The two portray a troubled teacher-student relationship as Norrell keeps secrets from Strange  teaching him very few things and Strange rejects everything he has been taught driving himself into madness. The two ultimately come to understand each other in their mutual ambitions for power and the deepest magics.

Links For Further Discussion or Related Activities

The History of Tarot- In the book, John Childermass uses a tarot deck to determine the futures of many of the characters. Why did people use similar tools for magic? What other tools were known to be used by magical people? Why do people still continue to believe in such things?

Easy Magic Tricks Free Card Magicians' Secrets- While hardly the caliber of fighting Napoleon's army or restoring the dead to life, these tricks could be practiced and learned by any budding Harry Houdini or Doug Henning. What is the appeal of magic and magic users. People are often told that "a true magician must never reveal their secret." Why do you think this axiom exists? How does it change the way of thinking when such tricks do get revealed?

Questions for further discussions
1. The alternate version of England is alive with magic. What is the appeal of magic in modern society? Why do you think that wizards, witches, and magic users are so popular with readers and film fans? How does a fictitious society of magic comment on modern history and society?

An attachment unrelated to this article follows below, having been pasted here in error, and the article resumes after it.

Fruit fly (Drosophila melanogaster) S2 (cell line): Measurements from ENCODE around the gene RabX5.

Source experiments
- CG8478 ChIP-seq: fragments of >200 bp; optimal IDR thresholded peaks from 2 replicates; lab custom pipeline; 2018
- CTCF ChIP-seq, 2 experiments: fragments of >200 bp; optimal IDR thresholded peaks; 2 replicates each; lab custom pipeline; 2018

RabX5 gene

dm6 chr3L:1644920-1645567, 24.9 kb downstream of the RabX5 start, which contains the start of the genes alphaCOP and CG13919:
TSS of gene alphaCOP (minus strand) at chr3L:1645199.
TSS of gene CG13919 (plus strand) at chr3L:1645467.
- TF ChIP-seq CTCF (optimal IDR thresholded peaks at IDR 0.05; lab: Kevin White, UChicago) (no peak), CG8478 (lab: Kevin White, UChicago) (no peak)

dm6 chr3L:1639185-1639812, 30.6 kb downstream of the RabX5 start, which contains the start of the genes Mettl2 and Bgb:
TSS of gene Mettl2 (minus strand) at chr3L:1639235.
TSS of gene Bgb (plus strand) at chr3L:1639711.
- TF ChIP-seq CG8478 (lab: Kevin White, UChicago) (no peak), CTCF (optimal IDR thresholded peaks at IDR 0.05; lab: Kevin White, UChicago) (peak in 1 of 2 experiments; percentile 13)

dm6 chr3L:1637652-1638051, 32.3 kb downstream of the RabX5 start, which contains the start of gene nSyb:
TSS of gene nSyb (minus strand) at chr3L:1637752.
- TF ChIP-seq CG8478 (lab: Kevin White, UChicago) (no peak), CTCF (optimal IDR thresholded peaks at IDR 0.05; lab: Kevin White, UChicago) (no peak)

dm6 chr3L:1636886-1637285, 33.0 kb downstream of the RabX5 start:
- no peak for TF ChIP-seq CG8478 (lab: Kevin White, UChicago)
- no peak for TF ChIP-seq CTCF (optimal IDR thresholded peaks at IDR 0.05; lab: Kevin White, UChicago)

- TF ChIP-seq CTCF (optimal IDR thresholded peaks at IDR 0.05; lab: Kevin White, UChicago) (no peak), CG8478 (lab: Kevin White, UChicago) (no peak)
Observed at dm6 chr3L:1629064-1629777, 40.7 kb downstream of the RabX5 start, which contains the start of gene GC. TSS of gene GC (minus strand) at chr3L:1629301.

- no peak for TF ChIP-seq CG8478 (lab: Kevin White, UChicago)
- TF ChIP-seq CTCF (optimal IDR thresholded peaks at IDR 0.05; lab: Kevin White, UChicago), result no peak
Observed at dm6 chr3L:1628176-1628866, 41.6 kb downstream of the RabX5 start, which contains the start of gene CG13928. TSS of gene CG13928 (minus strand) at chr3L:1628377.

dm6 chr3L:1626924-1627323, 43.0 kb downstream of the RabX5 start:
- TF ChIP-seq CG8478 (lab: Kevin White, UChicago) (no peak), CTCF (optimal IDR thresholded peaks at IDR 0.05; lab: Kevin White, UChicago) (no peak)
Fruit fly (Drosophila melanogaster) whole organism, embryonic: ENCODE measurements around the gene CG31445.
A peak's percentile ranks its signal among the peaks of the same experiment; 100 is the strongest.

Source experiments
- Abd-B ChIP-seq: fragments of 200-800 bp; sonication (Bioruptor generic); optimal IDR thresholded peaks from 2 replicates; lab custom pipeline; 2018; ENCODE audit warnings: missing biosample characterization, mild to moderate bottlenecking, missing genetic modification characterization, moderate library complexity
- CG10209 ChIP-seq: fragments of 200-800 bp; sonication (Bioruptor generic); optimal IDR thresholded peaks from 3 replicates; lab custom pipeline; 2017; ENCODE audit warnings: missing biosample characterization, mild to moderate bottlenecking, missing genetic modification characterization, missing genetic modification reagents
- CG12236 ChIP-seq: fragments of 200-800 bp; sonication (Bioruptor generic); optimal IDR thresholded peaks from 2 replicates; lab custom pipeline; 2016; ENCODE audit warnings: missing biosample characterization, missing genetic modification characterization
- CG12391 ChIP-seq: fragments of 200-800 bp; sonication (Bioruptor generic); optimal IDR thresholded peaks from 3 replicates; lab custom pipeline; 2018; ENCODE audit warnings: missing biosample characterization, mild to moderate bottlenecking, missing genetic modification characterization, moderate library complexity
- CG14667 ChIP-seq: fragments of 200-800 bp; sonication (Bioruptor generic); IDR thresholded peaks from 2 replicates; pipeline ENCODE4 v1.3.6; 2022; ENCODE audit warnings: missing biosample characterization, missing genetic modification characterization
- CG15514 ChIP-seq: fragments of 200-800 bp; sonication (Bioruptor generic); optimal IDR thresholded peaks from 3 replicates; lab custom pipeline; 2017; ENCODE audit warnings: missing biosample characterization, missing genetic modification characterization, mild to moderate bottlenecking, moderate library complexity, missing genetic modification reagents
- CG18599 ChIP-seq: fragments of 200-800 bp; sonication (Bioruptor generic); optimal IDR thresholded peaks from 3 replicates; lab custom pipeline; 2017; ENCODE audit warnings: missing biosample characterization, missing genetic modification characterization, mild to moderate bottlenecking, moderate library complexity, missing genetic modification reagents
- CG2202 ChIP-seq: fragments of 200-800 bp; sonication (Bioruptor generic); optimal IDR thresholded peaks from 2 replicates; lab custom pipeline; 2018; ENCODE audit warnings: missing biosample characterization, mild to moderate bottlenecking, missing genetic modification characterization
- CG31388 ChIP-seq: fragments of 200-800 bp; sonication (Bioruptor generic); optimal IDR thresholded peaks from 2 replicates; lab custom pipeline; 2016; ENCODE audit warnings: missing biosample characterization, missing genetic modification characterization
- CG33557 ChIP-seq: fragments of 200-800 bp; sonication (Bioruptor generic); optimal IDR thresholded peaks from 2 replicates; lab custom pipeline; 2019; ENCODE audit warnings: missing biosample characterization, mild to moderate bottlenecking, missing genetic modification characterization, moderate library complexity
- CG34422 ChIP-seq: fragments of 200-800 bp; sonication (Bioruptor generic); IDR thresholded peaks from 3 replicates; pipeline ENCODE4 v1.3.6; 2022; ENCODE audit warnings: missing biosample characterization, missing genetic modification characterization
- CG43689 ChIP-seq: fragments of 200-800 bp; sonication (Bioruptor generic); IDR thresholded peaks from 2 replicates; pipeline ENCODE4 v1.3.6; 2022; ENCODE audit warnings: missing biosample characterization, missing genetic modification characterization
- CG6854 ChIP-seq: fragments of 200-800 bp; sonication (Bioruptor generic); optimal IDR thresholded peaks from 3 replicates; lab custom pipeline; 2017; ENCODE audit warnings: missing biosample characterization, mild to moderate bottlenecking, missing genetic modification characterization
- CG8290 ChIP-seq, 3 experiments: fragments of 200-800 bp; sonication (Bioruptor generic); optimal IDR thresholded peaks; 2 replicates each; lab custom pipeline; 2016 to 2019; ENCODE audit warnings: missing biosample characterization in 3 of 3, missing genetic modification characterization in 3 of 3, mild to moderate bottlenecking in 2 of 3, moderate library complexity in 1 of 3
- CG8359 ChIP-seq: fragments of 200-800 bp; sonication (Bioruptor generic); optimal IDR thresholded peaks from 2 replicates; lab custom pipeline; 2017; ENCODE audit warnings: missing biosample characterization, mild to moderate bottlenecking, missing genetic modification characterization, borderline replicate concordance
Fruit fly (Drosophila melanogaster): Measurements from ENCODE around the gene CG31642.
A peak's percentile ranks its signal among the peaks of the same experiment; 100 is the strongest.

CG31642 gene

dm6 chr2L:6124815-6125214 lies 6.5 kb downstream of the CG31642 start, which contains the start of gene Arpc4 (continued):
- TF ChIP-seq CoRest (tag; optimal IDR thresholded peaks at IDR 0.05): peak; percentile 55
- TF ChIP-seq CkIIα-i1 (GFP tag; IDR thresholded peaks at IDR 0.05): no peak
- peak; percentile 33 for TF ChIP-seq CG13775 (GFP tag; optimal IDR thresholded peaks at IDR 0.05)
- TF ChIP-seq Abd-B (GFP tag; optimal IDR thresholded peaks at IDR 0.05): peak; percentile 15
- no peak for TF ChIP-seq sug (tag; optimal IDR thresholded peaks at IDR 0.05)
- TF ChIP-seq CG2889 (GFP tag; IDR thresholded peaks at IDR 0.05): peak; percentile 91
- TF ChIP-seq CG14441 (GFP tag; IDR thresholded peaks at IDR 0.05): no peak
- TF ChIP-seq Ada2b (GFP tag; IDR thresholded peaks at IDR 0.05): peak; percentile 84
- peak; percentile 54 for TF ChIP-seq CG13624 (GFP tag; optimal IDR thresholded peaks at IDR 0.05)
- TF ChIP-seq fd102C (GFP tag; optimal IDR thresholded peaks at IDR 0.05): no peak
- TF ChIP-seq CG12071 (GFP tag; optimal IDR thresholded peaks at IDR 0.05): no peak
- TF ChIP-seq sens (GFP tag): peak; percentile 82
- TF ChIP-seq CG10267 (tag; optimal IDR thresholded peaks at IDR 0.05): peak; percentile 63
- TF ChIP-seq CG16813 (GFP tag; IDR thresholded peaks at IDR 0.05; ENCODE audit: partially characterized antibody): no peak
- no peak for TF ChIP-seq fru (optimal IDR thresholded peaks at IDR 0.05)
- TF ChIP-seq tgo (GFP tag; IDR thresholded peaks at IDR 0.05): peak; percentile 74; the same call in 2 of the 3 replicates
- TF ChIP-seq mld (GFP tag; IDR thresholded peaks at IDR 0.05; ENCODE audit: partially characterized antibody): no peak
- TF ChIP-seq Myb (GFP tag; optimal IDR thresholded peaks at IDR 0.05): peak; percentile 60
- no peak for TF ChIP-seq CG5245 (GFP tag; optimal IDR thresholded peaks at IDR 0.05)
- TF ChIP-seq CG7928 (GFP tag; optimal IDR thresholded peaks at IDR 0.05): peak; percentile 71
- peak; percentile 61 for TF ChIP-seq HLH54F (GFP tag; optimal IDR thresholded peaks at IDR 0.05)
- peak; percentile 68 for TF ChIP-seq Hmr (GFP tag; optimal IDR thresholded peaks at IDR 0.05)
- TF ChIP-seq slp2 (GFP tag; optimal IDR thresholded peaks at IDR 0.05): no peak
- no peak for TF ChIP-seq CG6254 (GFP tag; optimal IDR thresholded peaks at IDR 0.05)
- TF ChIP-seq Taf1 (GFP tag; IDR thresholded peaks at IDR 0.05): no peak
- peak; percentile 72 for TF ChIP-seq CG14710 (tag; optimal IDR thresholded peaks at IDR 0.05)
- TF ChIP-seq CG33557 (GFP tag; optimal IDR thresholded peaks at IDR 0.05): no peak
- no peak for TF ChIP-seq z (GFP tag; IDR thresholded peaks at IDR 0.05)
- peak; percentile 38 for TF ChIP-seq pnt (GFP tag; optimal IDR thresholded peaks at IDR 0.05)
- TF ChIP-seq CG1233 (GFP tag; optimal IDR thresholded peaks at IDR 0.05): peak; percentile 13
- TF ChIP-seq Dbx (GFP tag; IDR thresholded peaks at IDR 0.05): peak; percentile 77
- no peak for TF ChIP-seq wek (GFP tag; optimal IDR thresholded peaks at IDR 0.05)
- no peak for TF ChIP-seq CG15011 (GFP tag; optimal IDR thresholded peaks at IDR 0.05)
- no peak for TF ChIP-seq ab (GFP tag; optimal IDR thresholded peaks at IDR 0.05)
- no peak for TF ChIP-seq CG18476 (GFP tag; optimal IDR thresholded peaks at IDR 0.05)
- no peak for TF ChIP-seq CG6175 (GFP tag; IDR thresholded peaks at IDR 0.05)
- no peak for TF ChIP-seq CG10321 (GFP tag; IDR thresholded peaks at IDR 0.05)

2. Norrell and Strange could be considered an example of a student-teacher relationship. There is an old saying that "there are no bad students, only bad teachers?" Do you think that Norrell is a bad teacher or Strange a bad student or neither? What do you think is an example of a good instructor and a good student? Do you think that the passage of knowledge of magic hurt or helped Strange and Norrell? What knowledge could be hurtful to a person?


  1. An good review. I learned a great deal on what the story is about and what major themes it deals with. The video was also interesting because it shows insights on subjects talked about in the book. Also, while it gives a good fealing on what the book is about, it does not judge the material one way or the other, it just shows one what the book is about.

  2. Unfortunately the video is not accurate on the history of Tarot. It's not quite true that "nobody knows where Tarot began" and it should be stated that some people use them for games. Tarot is not only used for "magical" purposes as implied by this video. Playing card historians have done quite a lot of research on the origins of Tarot. The Tarot is no more mysterious than any other artifact. It is also false that our playing cards evolved from Tarot. The Tarot began as a variant of the then standard playing card deck. Tarot cards first appeared in northern Italy during the 15th century and they were used for trick taking card games still played today in some European countries. It was only until the 18th century that we have any evidence of the use of Tarot for divinatory purposes.